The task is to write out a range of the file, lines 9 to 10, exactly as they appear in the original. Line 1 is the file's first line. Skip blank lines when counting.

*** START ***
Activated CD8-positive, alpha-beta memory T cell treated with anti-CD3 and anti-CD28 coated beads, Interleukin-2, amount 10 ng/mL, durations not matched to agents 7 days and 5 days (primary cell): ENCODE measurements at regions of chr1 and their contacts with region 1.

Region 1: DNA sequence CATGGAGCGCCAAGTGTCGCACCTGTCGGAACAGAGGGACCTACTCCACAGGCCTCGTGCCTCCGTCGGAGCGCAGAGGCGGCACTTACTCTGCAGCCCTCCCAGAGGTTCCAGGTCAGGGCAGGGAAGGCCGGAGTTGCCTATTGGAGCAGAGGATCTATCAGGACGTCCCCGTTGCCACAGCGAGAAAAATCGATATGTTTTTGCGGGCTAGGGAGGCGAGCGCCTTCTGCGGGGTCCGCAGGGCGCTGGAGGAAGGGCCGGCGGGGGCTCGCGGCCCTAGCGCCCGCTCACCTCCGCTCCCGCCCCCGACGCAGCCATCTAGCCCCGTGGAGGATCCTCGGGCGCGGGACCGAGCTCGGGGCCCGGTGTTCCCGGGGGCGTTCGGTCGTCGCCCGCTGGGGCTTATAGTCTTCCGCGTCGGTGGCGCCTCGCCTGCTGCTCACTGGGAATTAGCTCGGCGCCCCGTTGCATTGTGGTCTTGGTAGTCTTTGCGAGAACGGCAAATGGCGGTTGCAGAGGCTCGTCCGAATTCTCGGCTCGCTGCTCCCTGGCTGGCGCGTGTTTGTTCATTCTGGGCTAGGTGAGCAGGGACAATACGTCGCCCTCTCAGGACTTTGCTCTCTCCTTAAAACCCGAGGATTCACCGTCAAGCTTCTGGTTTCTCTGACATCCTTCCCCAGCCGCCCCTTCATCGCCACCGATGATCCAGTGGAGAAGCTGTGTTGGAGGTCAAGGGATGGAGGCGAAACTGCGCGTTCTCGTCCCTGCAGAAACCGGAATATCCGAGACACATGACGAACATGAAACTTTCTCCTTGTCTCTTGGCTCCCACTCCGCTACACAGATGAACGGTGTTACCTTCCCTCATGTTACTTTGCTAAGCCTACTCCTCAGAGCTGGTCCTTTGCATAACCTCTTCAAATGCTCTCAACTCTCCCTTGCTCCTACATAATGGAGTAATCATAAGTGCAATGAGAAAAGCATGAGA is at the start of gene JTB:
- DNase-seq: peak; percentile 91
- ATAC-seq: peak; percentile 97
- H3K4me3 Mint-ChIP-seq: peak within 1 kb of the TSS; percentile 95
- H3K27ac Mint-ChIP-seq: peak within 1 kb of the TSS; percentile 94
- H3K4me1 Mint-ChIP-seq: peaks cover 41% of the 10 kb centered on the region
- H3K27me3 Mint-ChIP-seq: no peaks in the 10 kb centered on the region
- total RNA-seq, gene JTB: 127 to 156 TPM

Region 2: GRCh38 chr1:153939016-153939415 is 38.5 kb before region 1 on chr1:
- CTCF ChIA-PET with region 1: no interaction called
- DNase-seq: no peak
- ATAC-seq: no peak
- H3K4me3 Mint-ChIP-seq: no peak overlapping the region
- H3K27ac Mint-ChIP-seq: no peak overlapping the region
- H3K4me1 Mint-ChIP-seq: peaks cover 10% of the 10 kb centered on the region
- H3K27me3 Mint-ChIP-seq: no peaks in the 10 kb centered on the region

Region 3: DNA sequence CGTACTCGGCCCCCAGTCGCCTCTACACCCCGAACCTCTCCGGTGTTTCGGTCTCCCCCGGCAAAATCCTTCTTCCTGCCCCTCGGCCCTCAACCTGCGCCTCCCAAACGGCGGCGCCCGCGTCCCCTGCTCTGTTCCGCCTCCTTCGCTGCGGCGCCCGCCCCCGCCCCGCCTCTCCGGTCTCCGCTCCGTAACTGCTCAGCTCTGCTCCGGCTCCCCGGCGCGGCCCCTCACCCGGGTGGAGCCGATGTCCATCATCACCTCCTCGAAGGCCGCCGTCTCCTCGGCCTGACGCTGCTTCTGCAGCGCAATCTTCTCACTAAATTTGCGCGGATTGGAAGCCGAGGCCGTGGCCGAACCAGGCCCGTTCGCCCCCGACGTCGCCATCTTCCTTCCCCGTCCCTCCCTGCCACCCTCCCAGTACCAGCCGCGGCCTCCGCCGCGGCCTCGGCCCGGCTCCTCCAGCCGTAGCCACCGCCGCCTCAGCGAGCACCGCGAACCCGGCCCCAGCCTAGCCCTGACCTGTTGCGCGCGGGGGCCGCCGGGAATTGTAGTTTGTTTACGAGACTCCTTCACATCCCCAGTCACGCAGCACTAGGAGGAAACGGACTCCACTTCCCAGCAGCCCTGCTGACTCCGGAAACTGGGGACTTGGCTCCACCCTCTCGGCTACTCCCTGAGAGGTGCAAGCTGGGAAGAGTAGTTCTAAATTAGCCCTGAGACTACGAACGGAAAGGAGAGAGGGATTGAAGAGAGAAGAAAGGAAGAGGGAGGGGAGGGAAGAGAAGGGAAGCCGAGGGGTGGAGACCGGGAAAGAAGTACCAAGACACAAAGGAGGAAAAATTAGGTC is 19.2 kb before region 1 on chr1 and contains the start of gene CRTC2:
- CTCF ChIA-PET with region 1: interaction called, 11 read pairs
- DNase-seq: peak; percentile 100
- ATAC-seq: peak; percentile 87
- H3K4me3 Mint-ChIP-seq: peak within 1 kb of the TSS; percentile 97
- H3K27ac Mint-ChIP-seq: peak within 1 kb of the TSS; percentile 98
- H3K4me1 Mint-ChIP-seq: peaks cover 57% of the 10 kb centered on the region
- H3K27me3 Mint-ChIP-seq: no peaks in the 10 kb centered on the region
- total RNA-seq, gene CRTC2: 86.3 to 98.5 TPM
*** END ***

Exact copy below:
- total RNA-seq, gene JTB: 127 to 156 TPM

Region 2: GRCh38 chr1:153939016-153939415 is 38.5 kb before region 1 on chr1: